Land Business Update | Week Commencing 13th November 2023
Basic Payment statements and delinking
Basic Payment claimants should receive a statement of how their delinked payments for 2024 to 2027 have been calculated by the RPA. The calculation is based on the payments they received in 2020, 2021 and 2022, if they made a claim in 2023. Please contact your local S&P farming team if you would like them to check that the calculation is correct. The process for transferring delinked payments to another party is not yet available.
Government is now legally required to assess impact of policy on nature, pollution and waste
The Environmental Principles Policy Statement, which is a requirement under the Environment Act, was implemented on 1st November. It is the fourth and final element of the new environmental governance system; the other parts are legally binding targets, the Environmental Improvement Plan and oversight by the (newish) Office for Environmental Protection. The Statement requires the government to integrate five environmental principles in the design and implementation of all new policies:
- Integration principle, which means that environmental protection should be integrated into the making of policies.
- Prevention principle, which means that it is better for damage to be prevented in the first instance.
- Rectification of environmental damage at source principle, to avoid the need to remedy its effects later.
- Polluter Pays principle, which means that the costs of pollution should be borne by those causing it, where possible.
- Precautionary principle, which means postponing policy decisions until sufficient evidence is available, if necessary.
The Statement has been welcomed by the Office for Environmental Protection as putting the environment at the heart of all relevant policymaking. In January, the OEP warned that the government was not on track to meet any of the 23 environmental targets it assessed. Environmental organisations will watch carefully how the new governance system is being implemented. Government departments were given until 1st November 2023 to prepare their implementation plans.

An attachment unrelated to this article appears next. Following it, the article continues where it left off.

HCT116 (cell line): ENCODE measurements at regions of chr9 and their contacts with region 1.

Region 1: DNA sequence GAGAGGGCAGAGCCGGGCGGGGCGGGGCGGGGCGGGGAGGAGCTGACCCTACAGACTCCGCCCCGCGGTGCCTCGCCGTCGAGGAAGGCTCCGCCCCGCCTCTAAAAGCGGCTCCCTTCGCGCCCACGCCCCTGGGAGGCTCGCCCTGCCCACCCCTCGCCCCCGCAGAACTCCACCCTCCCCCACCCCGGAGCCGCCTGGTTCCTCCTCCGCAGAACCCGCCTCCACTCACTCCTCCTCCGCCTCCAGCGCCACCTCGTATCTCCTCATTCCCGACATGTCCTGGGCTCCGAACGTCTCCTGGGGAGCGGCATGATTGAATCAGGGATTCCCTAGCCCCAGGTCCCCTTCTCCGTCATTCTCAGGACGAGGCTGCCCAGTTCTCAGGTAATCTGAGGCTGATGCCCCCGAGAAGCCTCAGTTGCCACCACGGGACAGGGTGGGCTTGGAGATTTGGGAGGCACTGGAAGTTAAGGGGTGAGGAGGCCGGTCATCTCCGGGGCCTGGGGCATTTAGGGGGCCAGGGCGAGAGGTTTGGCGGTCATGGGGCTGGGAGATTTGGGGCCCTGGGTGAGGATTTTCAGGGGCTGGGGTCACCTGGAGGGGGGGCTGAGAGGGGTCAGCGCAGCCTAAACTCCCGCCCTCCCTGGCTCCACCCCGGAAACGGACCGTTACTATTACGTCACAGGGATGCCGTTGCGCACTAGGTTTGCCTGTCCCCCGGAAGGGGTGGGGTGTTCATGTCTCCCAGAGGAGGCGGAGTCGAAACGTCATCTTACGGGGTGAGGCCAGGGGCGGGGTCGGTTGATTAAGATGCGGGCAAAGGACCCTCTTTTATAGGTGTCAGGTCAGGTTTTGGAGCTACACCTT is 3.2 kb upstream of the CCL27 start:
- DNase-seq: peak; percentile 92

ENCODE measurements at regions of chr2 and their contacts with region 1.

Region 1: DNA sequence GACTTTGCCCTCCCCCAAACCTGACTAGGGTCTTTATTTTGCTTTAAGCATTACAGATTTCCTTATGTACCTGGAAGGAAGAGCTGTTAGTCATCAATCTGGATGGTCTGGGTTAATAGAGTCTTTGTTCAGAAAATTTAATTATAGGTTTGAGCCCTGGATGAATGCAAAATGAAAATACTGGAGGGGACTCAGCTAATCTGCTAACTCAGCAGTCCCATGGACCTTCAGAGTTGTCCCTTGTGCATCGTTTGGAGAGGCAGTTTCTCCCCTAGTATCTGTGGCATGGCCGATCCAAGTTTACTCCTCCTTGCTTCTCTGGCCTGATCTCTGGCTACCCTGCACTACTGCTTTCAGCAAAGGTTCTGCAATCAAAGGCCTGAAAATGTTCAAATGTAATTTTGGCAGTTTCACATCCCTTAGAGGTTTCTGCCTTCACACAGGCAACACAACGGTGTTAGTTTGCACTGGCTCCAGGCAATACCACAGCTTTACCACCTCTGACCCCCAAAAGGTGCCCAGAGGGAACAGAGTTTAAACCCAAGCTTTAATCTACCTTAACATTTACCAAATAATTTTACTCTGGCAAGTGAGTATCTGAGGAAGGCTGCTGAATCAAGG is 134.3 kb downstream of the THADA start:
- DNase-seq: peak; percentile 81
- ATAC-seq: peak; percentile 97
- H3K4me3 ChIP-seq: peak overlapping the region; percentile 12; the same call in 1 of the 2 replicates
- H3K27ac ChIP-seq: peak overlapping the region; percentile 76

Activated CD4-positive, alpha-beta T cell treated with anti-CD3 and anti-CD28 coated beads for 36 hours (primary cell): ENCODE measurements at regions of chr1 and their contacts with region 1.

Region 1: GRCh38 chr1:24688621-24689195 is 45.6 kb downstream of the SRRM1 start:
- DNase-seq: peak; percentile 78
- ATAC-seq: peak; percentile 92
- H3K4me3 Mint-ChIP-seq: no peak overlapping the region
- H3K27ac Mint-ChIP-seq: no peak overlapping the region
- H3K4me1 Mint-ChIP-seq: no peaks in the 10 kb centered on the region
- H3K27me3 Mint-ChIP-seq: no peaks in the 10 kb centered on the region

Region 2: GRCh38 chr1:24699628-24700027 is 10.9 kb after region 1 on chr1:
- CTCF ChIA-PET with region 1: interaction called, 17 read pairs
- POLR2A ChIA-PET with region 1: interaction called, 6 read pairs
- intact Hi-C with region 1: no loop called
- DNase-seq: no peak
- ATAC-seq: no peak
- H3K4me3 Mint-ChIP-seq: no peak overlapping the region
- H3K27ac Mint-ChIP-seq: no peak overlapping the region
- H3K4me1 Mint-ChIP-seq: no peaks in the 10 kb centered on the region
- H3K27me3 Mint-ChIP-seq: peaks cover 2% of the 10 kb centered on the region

Restoring ‘ghost’ ponds
This interesting project is using old maps to identify and then restore ponds that were filled in over the past two centuries. Once they are dug out again, the seeds from Victorian times soon colonise the ponds and they are full of water, plants and animals within a year. Restoration can be done anywhere but the Norfolk Ponds Project has produced a downloadable guide on how to restore ponds. Get digging!
European drought risk atlas maps out drought risks
The Atlas uses an innovative approach to assess and map the complex characteristics of drought hazards for various sectors (including crop production, public water supply and ecosystems) under current conditions and projected climate scenarios of +1.5°C, +2°C, +3°C. The Atlas found that current levels of droughts are high, therefore posing economic and environmental threats.
Local Nature Recovery Strategies – local authorities start work so get involved
Local authorities, of which 48 are the ‘responsible authorities’ for preparing LNRSs for their areas, are now starting the process of producing their Strategies within the next 12-18 months. They are required to engage with local organisations and carry out a public consultation as part of strategy preparation. The government’s intention is that land managers take part in the development and delivery of LNRSs so, if you are interested, contact your local authority to ensure you can be involved.